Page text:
|Peter Joseph Gloviczki|
Page Count: 70
Publication Date: Friday, February 15, 2013
Cover Artwork: © Patrick | Dreamstime.com
About this Book
“Peter Joseph Gloviczki’s short lyrics and prose poems speak to the contemporary reader, in tender, precise language, about love, the spirit, and the body, and while his poems may be short and concise, the scope of his work is without limit.”
“And what will the ricochet / of my right ankle be worth” asks the speaker in the opening lines of Peter Joseph Gloviczki’s first full- length collection, Kicking Gravity. This book finds the speaker traveling around the world and returning home with a newfound appreciation for life, love, the possibilities of the body and the landscapes that connect us. The speaker is a romantic and an explorer. From Budapest to London and New Orleans to the American Midwest, these poems listen with a journalist’s ear. Kicking Gravity is a passionate and fully formed debut.
Peter Joseph Gloviczki is a teacher, a communication researcher and a poet. His poems have appeared in The Christian Science Monitor, Hayden’s Ferry Review, New Orleans Review, 32 Poems and elsewhere. Kicking Gravity is his first full-length collection of poems. He has reviewed poetry collections for Mid-American Review and his poems have been widely anthologized, including in Dogs Singing: A Tribute Anthology (Salmon Poetry, 2011). A Pushcart Prize nominee and the winner of a senryu prize from Modern Haiku, he grew up in Rochester, Minnesota, where he graduated from Mayo High School. He earned his B.A. at St. Olaf College in Northfield, Minnesota, and his M.A. and Ph.D. in Mass Communication at the University of Minnesota in Minneapolis. His research examines the implications of emerging technologies for journalism and mass communication. He lives and writes in Minneapolis.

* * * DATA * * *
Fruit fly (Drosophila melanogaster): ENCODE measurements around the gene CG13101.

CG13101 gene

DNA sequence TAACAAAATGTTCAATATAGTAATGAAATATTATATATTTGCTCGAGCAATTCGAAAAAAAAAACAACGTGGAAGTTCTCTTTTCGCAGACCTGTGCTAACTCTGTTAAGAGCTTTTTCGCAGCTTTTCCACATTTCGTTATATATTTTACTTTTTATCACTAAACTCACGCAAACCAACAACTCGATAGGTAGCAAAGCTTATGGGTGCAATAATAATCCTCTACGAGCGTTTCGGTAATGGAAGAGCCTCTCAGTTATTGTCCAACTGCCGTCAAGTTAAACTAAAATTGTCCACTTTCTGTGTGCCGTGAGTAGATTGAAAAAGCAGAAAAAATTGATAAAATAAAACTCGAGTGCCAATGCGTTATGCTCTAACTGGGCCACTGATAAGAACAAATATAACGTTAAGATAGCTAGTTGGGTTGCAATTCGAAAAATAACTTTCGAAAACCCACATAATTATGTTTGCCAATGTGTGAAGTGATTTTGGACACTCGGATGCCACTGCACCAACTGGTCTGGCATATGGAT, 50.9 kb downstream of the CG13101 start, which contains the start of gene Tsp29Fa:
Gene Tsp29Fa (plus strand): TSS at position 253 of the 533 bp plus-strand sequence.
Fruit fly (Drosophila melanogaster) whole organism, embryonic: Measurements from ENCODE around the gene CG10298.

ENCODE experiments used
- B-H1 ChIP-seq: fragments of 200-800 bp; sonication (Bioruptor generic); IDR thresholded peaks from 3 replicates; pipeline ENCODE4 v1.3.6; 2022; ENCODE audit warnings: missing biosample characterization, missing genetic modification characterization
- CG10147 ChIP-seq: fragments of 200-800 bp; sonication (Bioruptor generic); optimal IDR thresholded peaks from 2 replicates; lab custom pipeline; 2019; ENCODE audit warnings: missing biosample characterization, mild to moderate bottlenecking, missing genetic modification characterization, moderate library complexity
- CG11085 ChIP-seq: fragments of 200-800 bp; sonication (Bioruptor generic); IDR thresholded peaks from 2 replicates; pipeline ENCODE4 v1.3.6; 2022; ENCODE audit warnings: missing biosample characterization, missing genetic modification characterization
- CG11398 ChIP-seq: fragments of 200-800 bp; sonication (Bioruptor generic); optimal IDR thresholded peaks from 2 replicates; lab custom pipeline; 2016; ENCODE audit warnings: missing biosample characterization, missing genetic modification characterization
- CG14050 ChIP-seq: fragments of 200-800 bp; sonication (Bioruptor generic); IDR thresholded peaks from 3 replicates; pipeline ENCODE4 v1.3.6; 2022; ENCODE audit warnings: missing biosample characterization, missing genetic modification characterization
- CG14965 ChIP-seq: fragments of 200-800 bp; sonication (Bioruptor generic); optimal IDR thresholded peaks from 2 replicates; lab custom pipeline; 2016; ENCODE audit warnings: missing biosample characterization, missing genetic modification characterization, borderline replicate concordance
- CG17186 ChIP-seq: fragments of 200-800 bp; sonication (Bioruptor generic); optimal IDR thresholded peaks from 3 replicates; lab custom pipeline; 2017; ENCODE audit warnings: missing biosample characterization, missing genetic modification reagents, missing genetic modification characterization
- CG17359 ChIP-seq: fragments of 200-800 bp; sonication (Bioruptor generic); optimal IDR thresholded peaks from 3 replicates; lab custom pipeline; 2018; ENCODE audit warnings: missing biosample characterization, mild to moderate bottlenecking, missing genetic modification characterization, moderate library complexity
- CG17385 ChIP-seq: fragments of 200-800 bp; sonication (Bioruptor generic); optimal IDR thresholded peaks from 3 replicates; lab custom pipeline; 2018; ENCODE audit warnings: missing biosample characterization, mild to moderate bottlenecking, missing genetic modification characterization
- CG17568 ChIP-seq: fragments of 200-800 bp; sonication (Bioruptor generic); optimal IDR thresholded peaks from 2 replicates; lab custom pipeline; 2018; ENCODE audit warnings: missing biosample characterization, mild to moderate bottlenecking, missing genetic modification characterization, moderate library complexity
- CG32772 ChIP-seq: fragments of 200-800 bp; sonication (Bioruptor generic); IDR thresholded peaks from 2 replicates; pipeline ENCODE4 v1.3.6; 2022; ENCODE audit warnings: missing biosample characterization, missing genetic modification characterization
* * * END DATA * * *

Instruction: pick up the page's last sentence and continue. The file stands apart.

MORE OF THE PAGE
Read a sample from this book
And what will the ricochet
of my right ankle be worth
when all the scalpeled men
rearrange this bony puzzle
in the window doubling,
now, as a mirror: the person
I was before I kicked gravity
hard in the abdomen. Laugh,
babe, that’s what you told me
on the night when I asked how
I should answer those taller
versions of yourself when they
appear between the boundaries
of what that old architect let in
when he said: Put it here,
yes, that’s it, now we are home.
Sonnet for Anne
after Stephen Dobyns’ “How to Like It”
There are no dogs outside, no men looking
into Kenmores or Amanas. Trash cans
were emptied this morning, there is nothing,
just my shrill voice making high-pitched demands
about borrowing the car—the Blue Sebring
with the convertible top, to make Anne
blush. Her cheeks become cherries: fresh, ripe Bing,
the kind that would have been painted by Rembrandt.
Anne turns that cold Pepsi to sweet Riesling.
She sends Catholic school girls into a jealous rant.
Her hair tastes like lemonade and gin:
The kind of trouble all boys want to get in.
Copyright © Peter Joseph Gloviczki 2013